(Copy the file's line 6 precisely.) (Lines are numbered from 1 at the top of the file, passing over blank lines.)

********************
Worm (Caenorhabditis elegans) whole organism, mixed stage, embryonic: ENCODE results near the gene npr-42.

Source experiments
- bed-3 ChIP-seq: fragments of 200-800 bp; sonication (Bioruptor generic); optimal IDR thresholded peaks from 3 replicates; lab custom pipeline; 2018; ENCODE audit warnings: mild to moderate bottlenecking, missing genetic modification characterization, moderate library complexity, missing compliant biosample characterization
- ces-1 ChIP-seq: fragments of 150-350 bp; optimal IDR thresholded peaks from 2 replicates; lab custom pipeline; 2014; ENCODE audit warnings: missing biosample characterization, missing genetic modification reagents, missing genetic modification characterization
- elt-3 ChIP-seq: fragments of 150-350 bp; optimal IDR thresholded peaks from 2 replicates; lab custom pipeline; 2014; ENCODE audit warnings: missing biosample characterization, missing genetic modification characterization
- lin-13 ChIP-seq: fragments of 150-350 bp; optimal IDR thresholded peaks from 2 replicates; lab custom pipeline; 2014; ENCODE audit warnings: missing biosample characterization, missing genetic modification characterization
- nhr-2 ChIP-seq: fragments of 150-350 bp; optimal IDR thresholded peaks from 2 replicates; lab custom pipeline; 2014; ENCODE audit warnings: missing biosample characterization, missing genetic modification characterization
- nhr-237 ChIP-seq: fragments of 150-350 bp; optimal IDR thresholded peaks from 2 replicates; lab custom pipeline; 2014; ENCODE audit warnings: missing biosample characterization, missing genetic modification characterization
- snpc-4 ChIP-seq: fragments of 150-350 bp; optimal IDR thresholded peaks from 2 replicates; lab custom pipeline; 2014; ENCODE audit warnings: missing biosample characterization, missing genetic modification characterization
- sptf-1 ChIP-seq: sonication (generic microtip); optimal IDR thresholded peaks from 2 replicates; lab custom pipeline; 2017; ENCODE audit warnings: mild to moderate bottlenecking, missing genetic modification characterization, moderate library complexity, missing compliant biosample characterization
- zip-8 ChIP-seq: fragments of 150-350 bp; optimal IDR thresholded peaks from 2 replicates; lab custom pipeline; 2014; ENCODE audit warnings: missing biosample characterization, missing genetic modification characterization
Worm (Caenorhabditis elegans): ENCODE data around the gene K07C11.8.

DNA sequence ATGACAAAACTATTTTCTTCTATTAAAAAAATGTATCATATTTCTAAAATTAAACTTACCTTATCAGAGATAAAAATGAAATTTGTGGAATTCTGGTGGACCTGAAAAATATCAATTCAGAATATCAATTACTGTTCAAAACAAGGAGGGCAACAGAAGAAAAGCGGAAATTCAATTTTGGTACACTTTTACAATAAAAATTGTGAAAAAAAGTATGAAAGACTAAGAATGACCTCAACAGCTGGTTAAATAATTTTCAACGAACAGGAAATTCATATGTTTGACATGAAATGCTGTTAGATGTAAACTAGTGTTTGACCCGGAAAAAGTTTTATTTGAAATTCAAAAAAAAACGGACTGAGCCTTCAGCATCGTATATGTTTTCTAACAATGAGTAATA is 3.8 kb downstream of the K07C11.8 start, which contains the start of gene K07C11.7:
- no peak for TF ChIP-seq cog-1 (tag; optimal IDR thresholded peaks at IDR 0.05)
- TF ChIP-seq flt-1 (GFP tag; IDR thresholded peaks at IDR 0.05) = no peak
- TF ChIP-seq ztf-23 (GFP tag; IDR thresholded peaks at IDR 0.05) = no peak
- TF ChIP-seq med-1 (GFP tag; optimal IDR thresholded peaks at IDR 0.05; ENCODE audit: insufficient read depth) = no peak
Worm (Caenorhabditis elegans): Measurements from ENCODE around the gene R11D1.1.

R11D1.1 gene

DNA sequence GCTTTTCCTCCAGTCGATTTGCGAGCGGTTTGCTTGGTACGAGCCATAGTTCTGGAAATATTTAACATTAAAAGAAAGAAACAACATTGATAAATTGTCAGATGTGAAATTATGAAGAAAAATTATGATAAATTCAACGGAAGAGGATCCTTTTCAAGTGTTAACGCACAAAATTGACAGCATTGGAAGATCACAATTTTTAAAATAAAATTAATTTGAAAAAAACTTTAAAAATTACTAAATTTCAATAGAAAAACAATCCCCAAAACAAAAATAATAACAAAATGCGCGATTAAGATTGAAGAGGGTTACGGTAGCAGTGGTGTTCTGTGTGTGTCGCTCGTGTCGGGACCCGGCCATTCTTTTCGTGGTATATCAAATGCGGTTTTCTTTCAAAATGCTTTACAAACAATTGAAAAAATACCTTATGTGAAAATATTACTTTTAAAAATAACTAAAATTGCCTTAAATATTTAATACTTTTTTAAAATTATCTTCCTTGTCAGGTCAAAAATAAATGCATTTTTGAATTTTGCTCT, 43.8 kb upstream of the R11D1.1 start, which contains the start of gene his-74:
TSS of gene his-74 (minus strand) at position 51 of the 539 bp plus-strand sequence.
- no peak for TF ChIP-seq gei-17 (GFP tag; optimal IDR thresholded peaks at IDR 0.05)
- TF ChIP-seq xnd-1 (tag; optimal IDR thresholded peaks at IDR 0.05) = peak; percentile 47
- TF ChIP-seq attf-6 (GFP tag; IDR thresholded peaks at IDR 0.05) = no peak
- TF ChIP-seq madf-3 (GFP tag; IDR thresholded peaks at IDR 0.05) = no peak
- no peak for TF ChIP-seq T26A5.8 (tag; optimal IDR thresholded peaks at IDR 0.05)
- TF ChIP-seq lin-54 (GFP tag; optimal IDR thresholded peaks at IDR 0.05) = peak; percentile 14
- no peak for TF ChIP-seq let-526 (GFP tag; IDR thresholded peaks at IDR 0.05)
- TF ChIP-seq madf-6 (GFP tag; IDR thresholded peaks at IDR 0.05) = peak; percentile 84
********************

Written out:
- lin-13 ChIP-seq: fragments of 150-350 bp; optimal IDR thresholded peaks from 2 replicates; lab custom pipeline; 2014; ENCODE audit warnings: missing biosample characterization, missing genetic modification characterization